In five minutes, five languages are spoken – at Sonke’s most recent Refugee Health and Rights workshop in Athlone. In the room of fifty people I am the only one, it seems, whose home language is English. The rest are fluent in at least one of five tongues – French, Swahili, Lingala, Kiyarwanda, Kirundi. And since there are well over 2000 languages spoken in Africa, the room was likely full of many less widely-spoken languages.
Pierrette, Papy and Micheline work as trainers on Sonke’s Refugee Health and Rights team, holding workshops and events with refugees and asylum seekers and educating them about their legal position in the country, what rights they are entitled to, and health issues facing them and their communities. Between the three, all these five languages are spoken – in addition to English.
This particular workshop was held at ARESTA, an institute that offers skills development, including English lessons, to refugees and asylum seekers. Although the workshop was planned for only 25 participants and 50 arrived, proceedings began as usual, with participants completing a pre-workshop evaluation form that assesses their opinions, knowledge and attitudes towards HIV and gender.
Not everyone understood the forms that are printed in English, so Pierrette read through the questions one by one and translated them into French. We soon realised that around the room, many people remained with empty pages – people who neither read nor speak, nor hear English or French. Micheline steps in with Kirundi and Kiyarwanda, and then Pierrette with Swahili. Although it takes some time, everyone’s form is completed.
Along with language comes culture. Because Sonke deals with gender roles, we come head-to-head with gender-inequitable attitudes that stem directly from culture and tradition, both locally and from further afield in the region. The gender component of the day’s training asked, among other things, ‘Is a woman a real woman if she does not have children?’ The great majority said ‘Yes – a woman is a woman with or without children.’ However, this attitude is contradictory to many of the participants’ home cultures.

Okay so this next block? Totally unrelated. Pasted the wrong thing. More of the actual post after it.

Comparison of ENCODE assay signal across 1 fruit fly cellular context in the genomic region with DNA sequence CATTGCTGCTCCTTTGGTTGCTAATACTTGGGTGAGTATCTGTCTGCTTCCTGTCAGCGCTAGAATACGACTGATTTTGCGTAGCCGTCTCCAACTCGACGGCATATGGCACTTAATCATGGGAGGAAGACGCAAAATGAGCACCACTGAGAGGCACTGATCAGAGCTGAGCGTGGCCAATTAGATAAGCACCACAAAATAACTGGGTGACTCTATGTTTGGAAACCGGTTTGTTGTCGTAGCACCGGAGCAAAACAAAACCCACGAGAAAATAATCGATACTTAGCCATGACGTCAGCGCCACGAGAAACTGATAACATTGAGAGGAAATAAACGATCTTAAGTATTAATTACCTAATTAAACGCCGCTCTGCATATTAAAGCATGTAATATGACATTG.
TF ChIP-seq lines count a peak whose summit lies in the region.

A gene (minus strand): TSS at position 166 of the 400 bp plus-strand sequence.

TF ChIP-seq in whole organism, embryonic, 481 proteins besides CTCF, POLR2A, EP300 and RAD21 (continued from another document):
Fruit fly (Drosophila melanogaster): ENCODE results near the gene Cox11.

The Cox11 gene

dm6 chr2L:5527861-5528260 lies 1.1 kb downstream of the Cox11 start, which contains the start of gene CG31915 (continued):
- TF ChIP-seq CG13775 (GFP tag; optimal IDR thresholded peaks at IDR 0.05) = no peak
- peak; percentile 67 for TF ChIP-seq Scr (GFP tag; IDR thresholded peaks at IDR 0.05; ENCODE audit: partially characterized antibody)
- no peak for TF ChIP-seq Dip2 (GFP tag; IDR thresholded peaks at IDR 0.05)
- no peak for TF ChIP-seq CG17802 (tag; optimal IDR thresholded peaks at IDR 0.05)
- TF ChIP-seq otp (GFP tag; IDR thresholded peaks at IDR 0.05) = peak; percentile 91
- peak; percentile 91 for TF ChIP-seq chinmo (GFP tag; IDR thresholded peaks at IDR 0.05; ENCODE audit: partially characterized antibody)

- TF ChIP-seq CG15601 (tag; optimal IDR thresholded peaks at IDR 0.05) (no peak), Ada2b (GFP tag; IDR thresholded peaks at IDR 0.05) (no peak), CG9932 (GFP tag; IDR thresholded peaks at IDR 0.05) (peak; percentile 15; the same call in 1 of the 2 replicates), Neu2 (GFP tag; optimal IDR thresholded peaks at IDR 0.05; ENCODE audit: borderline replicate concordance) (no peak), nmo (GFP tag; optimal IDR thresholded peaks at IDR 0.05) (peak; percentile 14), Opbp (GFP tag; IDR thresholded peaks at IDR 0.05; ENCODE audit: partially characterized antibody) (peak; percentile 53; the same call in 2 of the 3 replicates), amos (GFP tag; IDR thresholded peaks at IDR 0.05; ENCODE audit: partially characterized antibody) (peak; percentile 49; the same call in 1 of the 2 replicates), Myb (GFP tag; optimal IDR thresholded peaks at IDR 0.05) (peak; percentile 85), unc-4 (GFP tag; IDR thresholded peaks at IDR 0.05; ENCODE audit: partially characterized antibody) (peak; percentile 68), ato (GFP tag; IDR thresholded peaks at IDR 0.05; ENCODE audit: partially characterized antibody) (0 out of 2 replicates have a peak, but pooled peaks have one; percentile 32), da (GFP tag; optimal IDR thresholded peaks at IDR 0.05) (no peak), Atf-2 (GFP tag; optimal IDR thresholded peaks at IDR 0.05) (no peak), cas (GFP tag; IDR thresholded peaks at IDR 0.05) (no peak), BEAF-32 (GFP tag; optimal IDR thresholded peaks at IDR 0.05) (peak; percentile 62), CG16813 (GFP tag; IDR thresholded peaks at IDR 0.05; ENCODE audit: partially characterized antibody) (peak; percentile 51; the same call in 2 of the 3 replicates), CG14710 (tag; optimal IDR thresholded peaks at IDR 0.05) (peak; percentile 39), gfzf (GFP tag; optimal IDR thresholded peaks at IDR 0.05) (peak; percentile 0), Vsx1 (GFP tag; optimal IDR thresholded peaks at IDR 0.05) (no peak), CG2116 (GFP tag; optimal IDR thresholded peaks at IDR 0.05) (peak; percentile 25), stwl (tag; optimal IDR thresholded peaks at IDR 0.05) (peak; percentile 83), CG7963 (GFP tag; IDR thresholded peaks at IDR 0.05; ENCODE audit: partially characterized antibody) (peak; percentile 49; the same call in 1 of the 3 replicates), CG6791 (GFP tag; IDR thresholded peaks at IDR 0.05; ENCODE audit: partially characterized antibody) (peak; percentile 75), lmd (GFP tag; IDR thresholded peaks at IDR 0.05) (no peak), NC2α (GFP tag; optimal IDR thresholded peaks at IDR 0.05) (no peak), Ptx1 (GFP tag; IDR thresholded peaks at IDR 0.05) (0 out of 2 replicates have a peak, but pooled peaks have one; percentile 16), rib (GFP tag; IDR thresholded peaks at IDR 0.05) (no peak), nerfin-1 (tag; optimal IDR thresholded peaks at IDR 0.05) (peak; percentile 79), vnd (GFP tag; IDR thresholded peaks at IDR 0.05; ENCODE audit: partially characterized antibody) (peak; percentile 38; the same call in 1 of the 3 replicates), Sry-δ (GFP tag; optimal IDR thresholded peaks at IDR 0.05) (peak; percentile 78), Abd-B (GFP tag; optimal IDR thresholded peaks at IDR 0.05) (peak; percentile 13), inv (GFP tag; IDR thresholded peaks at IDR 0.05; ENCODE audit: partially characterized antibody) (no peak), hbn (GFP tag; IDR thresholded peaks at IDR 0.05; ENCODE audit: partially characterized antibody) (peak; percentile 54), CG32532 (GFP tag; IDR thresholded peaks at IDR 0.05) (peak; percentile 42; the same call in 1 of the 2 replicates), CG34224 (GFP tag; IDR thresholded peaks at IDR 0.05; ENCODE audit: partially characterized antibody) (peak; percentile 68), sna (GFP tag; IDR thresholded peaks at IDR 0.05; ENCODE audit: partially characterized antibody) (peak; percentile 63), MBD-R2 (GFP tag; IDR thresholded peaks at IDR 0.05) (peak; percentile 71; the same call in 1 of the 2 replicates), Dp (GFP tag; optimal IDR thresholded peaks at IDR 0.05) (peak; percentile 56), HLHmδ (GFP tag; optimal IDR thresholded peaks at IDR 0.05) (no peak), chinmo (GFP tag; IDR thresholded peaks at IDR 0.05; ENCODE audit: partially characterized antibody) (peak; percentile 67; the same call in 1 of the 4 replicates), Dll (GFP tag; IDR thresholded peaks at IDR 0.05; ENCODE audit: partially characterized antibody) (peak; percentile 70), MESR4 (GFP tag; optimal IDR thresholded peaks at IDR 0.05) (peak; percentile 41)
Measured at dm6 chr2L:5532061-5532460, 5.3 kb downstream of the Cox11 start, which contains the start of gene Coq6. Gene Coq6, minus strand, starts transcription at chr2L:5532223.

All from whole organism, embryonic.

Pierrette (who ensured I understood everything that was going on) told me that in each home language of the participants, there is at least one word for a childless woman that is used to single out, insult or justify abuse towards that woman. Amela milangi, from Lingala, meaning ‘one who ate glass’, and it is used to insult and demean. The broad awareness of the different cultural backgrounds of the many different asylum seekers and refugees in South Africa is intimately linked to the knowledge of a language, and crucial to engaging with people on social norms like gender roles.
Although I knew of the rich diversity of languages and cultures in our RHR staff, I had never realised how valuable that diversity really is. These workshops cannot take place without the linguistic resources we are so fortunate to have in our staff.
South Africa hosts approximately 137,000 asylum seekers and 37,000 recognized refugees from around Africa and the world. Most of the country’s recognised refugees come from Democratic Republic of the Congo (DRC), Somalia, Burundi, Rwanda and Angola. The majority of the asylum-seekers are from Zimbabwe, the DRC, Somalia, Ethiopia and Burundi.(UNHCR Global Appeal 2008-2009)
ARESTA, the Agency for Refugee Education, Skills Training and Advocacy, provides English lessons, IT training, and other skills classes to refugees and asylum seekers at little to no cost. Sonke partners with ARESTA by offering workshops to their students on HIV, gender equality and the legal and health rights of refugees and asylum seekers.